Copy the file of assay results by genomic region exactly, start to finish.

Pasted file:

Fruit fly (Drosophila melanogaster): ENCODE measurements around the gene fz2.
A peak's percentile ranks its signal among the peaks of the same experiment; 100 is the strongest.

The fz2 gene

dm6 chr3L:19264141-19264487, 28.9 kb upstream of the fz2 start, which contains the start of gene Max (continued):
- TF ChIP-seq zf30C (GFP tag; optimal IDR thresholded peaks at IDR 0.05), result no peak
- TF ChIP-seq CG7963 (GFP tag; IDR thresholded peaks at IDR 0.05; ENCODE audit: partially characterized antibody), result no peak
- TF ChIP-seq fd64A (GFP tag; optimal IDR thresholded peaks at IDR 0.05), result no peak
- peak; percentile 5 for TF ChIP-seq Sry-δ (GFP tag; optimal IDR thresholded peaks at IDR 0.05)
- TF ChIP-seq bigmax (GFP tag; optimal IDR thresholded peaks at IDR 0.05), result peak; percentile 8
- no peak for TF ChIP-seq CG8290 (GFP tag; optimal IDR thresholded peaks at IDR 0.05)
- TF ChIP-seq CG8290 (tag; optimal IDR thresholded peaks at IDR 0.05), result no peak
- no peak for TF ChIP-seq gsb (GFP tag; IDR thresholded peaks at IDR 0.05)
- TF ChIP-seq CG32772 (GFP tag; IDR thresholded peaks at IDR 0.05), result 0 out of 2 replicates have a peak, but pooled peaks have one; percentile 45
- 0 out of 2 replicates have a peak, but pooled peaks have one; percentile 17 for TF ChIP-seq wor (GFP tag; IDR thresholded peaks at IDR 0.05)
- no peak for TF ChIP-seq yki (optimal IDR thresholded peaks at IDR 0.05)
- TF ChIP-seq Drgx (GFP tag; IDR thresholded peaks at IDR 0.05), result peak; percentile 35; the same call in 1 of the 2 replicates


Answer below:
Fruit fly (Drosophila melanogaster): ENCODE measurements around the gene fz2.
A peak's percentile ranks its signal among the peaks of the same experiment; 100 is the strongest.

The fz2 gene

dm6 chr3L:19264141-19264487, 28.9 kb upstream of the fz2 start, which contains the start of gene Max (continued):
- TF ChIP-seq zf30C (GFP tag; optimal IDR thresholded peaks at IDR 0.05), result no peak
- TF ChIP-seq CG7963 (GFP tag; IDR thresholded peaks at IDR 0.05; ENCODE audit: partially characterized antibody), result no peak
- TF ChIP-seq fd64A (GFP tag; optimal IDR thresholded peaks at IDR 0.05), result no peak
- peak; percentile 5 for TF ChIP-seq Sry-δ (GFP tag; optimal IDR thresholded peaks at IDR 0.05)
- TF ChIP-seq bigmax (GFP tag; optimal IDR thresholded peaks at IDR 0.05), result peak; percentile 8
- no peak for TF ChIP-seq CG8290 (GFP tag; optimal IDR thresholded peaks at IDR 0.05)
- TF ChIP-seq CG8290 (tag; optimal IDR thresholded peaks at IDR 0.05), result no peak
- no peak for TF ChIP-seq gsb (GFP tag; IDR thresholded peaks at IDR 0.05)
- TF ChIP-seq CG32772 (GFP tag; IDR thresholded peaks at IDR 0.05), result 0 out of 2 replicates have a peak, but pooled peaks have one; percentile 45
- 0 out of 2 replicates have a peak, but pooled peaks have one; percentile 17 for TF ChIP-seq wor (GFP tag; IDR thresholded peaks at IDR 0.05)
- no peak for TF ChIP-seq yki (optimal IDR thresholded peaks at IDR 0.05)
- TF ChIP-seq Drgx (GFP tag; IDR thresholded peaks at IDR 0.05), result peak; percentile 35; the same call in 1 of the 2 replicates